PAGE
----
August 7, 2009

Problems with Medical Ethics: Man in the Mirror

In Perimortal Obsession, I noted that a great deal of the work in medical ethics is focused on unusual near-death situations that, though interesting, have limited relevance to the daily practice of medicine. In my last post about the problems in medical ethics, Recruiting, I tried to point out that experts in ethics who were based at big and important institutions and medical schools really have no contact with the practice of medicine as I and tens of thousands of my primary-care colleagues know it. So it’s understandable that they are either unaware of the issues that face me and my patients or maybe they don’t see the importance.

The work that is currently being done in the field of medical ethics is important and interesting. At some point in each of our lives, it may become sadly crucial as we are forced to make a wrenching decision about a baby, a parent, a loved one…or ourselves.

In this series of posts, a theme that’s been repeated is the field's apparent lack of interest in the ethics of primary care. It’s curious to me that this disparity of focus has somehow developed.

But not nearly as curious as the glaring lack of self-reflection amongst those who have made this their work. Who gets to be on an ethics committee? How are members chosen? Do the people who teach ethics to doctors actually see patients every day?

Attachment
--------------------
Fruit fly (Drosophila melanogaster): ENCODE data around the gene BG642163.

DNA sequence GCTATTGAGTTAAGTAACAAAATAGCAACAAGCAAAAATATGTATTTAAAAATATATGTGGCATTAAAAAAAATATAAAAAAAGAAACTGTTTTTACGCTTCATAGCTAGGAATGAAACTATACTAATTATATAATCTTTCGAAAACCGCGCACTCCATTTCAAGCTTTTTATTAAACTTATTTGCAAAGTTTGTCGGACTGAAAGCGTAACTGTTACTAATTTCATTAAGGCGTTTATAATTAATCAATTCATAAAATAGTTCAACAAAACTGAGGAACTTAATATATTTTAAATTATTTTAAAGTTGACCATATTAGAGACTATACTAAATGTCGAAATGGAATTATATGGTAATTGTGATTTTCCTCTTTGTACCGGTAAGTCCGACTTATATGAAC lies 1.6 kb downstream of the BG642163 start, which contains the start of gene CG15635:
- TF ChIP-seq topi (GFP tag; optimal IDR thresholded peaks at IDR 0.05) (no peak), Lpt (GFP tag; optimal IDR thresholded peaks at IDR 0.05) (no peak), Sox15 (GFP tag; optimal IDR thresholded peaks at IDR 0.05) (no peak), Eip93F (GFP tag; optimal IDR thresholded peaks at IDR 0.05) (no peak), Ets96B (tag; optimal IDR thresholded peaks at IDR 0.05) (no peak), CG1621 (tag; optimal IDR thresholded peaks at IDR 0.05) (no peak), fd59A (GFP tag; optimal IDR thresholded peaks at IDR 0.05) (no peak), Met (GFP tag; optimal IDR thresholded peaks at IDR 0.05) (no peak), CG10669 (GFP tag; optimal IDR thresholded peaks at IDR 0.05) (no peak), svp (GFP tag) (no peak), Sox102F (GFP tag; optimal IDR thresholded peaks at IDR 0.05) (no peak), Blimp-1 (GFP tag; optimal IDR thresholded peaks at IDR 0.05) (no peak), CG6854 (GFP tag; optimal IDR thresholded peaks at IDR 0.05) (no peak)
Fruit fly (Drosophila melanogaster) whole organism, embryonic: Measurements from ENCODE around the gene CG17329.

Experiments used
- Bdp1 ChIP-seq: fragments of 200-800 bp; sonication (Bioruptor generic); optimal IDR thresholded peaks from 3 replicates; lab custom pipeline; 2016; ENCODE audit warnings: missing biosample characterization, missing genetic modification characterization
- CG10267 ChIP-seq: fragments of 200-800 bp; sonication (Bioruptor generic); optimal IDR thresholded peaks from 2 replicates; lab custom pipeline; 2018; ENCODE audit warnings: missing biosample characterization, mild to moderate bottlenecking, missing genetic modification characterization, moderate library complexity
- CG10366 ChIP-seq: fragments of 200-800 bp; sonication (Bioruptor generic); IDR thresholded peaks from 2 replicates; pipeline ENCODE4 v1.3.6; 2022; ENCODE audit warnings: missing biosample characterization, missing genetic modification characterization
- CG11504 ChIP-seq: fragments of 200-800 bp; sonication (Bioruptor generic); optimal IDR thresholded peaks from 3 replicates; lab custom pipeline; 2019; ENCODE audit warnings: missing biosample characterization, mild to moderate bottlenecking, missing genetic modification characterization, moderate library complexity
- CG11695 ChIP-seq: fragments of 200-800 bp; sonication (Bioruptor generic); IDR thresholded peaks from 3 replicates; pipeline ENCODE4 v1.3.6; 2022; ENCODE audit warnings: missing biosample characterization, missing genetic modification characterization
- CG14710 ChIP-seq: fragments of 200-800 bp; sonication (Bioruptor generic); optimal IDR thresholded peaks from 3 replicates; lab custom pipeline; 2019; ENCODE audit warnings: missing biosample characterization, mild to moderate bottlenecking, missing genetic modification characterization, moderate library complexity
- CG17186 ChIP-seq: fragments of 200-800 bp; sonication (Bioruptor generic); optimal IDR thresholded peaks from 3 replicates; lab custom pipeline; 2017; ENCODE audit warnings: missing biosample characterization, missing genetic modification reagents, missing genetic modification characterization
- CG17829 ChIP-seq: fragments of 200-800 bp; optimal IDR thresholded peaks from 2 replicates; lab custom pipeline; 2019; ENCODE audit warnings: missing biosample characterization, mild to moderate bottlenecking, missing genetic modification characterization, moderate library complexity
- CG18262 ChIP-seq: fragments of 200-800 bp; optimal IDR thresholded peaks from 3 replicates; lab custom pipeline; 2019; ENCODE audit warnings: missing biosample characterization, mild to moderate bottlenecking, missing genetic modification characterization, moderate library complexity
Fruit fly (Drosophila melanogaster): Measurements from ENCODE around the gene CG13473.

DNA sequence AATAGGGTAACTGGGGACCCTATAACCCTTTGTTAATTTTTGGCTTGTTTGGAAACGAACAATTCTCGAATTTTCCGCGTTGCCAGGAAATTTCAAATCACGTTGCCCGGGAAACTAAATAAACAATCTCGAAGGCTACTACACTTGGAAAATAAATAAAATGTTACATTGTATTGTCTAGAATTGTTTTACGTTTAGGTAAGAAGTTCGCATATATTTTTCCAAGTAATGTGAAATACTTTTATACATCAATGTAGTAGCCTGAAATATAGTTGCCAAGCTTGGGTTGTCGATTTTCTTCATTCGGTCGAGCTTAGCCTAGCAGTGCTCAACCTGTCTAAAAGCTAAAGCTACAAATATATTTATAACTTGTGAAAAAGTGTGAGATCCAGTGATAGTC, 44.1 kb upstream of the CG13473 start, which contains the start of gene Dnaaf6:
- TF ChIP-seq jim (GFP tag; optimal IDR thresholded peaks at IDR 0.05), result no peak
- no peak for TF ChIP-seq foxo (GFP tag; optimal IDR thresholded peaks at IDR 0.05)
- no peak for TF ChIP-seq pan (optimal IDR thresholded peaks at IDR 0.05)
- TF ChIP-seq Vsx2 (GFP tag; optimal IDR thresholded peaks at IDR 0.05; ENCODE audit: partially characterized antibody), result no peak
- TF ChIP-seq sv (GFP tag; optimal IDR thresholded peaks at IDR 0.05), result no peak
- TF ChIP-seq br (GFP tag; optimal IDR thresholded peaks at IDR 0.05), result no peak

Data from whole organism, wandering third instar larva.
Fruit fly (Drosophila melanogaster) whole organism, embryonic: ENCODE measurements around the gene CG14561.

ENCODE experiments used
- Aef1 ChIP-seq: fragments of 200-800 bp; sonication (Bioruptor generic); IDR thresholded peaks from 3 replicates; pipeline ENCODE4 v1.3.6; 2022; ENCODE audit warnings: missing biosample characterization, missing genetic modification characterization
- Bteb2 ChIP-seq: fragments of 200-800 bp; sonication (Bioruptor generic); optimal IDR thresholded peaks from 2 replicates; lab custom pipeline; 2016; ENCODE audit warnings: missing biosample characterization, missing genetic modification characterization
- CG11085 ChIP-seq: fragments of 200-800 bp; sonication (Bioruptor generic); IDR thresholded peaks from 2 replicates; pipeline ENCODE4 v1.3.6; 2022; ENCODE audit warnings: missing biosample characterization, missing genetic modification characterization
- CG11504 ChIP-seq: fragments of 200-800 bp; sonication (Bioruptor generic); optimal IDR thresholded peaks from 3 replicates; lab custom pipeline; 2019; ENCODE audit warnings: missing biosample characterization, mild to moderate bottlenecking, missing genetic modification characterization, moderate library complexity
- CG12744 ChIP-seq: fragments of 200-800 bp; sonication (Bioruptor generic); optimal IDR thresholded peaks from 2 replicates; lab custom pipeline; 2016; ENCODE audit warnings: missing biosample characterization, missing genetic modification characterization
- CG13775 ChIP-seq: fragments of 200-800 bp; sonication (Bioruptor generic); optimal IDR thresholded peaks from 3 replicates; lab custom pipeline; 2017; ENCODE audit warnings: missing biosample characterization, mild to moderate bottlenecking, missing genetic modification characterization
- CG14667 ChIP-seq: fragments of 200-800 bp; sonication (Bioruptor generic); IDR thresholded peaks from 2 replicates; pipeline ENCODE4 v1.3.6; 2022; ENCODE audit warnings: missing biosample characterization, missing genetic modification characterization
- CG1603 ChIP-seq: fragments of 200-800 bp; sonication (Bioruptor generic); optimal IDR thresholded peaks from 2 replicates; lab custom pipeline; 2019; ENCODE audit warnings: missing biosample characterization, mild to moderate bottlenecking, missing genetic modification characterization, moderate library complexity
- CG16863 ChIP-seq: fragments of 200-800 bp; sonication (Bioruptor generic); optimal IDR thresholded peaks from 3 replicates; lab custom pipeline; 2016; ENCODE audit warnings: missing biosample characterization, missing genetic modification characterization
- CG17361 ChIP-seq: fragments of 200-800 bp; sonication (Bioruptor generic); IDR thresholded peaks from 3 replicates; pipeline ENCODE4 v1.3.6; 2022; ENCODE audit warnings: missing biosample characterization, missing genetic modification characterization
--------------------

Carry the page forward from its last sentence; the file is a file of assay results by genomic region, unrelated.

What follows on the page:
The tasks of ethics committees in academic environments, besides working on perimortal crises, also often involve the important work of protecting patients who are subjects of medical research. (Disclosure: I sit on an IRB, an Institutional Review Board, whose task is to review and approve protocols for medical research.)

Experts in medical ethics end up knowing quite a lot about new technologies and treatments, end-of-life care, and principles of patient rights. My experience in the work world suggests that people don’t get very far criticizing the company they work for, the industry they’re in, their boss or the top executives. I think this holds true for professional ethicists at big nonprofits also, such as hospitals or medical schools.

For the record, people who go into the field of medical ethics don’t do it for the money. There’s no pharmaceutical industry backing their work, and they don’t earn more by doing more of some kind of procedure. Indeed, some already find themselves walking on eggshells because they gently point out some of the questionable priorities of work being done at their own institutions.

That’s not good enough.

It's the money, stupid.